Writer: Mark Millar / Pencil and Ink Artists: David Gianfelice & Francesco Mortarino / Image Comics
“Superheroes were the summit of American aspiration and so our children grew up to remind mankind of everything we could ever hope to be.”
Mark Millar’s Jupiter’s Circle takes a very big turn in issue #4. This is our first look at this world from a very different perspective. A young perspective.
We kick things off in Malibu with a bunch of super powered young gunz having some fun with their mere mortal friends and fans. By having fun with them I mean flying them up hundreds of feet above the ocean, dropping them and holding out for suspense before catching them as close to the water as possible. But let’s not jump to judgement, I did some dumb shit as a kid too.
Fitz is having the Teen Scene (really Mark Millar?) over to the beach side clubhouse and is actually asking some good questions about this perilous game and being somewhat responsible. Ya know, for an adulterous, pot indulging, high flying, speedster. Then he goes and drops the naive bomb that he hopes his girlfriend April will be allowed to join The Union, now that they’re engaged.
Meanwhile, Lady Liberty and the team are over at Fitz crib trying to console his wife Joyce, and the family. The Utopian and Skyfox are outside talking to Fitz oldest boy about his developing powers and how he’s lucky to have them. Heredity isn’t guaranteed, as evident by some high school boys without even a hint of powers. It’s like speaking to a brick wall though. The kid’s got nothing to say but vengeance filled venomous hate for his dad.
Flare and April are back in Cali at quite the intriguing LA party. April is busy being star struck by Liberace who, as Fitz describes is “Kind of different from how he seems on TV”. I only remember tales of the flamboyant Liberace from when I was a kid, and this Lucifer loving character ain’t him. But I’m gonna take Millar’s word on this one. The J. Edgar Hoover story-line was pretty spot on, so who knows, Liberace might have been the smoothest believer in the anti-Christ in Hollywood history. Any who, Flare gets drunk (remember what I said about these heroes getting drunk and their decisions that follow) then gets mad jelly that Mr. Showmanship has April swooning all over the place, grabs her hand and bounces as the party chuckles at his insecurities.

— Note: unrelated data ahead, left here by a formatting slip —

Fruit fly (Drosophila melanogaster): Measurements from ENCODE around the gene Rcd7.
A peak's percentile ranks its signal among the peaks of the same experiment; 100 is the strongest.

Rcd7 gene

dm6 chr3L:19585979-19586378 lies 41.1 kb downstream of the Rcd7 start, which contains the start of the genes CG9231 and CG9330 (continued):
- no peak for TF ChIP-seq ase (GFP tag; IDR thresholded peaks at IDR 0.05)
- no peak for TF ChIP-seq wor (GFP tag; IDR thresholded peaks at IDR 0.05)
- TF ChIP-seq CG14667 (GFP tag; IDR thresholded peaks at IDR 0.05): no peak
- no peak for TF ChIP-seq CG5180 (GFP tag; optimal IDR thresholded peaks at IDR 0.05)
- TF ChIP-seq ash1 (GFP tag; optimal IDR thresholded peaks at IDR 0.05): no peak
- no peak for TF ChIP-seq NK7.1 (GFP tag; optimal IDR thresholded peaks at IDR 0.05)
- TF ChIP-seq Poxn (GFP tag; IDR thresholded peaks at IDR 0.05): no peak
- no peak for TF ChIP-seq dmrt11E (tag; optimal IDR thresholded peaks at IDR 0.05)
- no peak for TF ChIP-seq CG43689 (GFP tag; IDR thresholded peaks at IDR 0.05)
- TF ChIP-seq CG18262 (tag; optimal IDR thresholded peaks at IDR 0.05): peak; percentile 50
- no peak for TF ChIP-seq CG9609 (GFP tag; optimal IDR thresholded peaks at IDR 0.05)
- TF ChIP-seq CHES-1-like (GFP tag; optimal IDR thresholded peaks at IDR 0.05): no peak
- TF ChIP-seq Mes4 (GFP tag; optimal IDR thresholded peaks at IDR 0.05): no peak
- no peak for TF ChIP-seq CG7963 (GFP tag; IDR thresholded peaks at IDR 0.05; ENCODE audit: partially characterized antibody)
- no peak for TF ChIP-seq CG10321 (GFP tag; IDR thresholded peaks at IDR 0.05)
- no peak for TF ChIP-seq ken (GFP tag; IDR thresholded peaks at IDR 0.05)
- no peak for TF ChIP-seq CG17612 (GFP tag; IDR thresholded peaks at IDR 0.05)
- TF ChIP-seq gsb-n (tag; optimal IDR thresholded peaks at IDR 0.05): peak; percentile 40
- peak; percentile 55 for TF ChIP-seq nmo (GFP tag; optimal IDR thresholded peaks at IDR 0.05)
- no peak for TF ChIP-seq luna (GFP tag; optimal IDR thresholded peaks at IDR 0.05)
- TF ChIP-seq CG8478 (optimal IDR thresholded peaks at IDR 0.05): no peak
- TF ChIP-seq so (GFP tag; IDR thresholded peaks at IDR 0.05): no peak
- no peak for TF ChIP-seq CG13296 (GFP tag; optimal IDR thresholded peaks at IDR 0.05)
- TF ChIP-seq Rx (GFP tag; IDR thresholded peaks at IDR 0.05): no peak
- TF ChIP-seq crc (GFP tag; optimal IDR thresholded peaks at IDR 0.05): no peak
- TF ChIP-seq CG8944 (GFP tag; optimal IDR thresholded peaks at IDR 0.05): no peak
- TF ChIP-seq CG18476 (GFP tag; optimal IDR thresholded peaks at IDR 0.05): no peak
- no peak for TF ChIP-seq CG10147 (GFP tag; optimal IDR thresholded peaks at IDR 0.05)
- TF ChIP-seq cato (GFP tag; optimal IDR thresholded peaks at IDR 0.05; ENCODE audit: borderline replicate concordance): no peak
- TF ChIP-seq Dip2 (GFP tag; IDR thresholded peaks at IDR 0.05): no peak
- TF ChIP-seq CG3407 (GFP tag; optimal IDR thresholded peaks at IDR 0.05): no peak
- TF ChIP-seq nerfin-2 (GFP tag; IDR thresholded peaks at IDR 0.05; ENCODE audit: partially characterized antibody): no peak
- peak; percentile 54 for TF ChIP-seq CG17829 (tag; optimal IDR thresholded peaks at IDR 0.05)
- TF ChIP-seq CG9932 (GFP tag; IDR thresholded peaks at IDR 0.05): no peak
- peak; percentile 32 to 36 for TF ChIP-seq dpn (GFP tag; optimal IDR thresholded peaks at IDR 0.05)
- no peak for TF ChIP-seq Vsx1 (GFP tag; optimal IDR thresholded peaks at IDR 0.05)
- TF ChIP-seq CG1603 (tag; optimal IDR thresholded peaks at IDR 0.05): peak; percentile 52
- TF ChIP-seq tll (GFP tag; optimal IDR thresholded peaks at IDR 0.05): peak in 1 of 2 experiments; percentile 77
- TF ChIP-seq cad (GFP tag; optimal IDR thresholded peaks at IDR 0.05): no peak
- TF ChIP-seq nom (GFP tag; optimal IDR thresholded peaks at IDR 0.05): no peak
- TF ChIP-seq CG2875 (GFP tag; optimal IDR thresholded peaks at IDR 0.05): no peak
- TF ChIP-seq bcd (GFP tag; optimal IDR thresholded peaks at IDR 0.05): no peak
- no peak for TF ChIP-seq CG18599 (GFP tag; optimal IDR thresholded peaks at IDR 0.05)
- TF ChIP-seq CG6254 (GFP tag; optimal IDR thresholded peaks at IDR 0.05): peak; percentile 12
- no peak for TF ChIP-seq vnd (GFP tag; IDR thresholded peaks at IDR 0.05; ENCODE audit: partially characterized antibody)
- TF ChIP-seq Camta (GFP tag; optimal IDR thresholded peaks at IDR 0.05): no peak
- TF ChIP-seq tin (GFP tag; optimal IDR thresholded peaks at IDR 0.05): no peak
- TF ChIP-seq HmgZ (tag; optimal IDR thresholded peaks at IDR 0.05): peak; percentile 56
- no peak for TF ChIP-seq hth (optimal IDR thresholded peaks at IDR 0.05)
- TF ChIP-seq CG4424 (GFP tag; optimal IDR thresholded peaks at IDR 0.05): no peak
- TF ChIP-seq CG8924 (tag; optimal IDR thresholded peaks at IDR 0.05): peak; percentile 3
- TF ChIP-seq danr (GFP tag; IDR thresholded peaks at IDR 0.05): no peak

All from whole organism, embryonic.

April consoles him when they get back to her apt and hit the sheets. She tells him that she’s in it for the long haul. He eats it up.
Fitz gets the bat signal and has to unexpectedly help the team, despite being in the dog house. He arrives on the scene and it’s mayhem all around. It’s another alien invasion. This time evil versions of our heroes have invaded and are putting the beats on the squad. Walter fills Flare in and then alerts him of the bad guy’s mothership barreling towards the Earth and many impending civilian deaths. Flare speeds into action but The Utopian tells him to get his bench press game up or wait for help. I hope you didn’t think he was going to begin listening to advice after these past two issues! He obviously does the opposite of what his leader wants and goes solo/dolo to redirect the massive ship to safety. A horrific crash ensues and we pick up in the hospital with the team onlooking the bandaged, broken, and paralyzed body of Fitz. The team tells him that April gave 0 fucks about his new predicament and didn’t stick around for more than 24 hours once she discovered he would likely never walk or fly again. He begins to sob and vent about losing everything, until The Utopian tells him that he almost lost everything…
Real ass issue right here. Sad and touching perspective on life and how even a superhero can make mistakes, lose his or her way and everything they’ve worked so hard for. Not even close to my favorite drawn and illustrated piece of Millar’s work, but hey what can you expect when you change the illustrator midway through the series. I did however feel that the writing and morals in this issue greatly outweighed the inconsistent artwork and made for a good read. Check out issues 1-3 here.
Score: 7.5 out of 10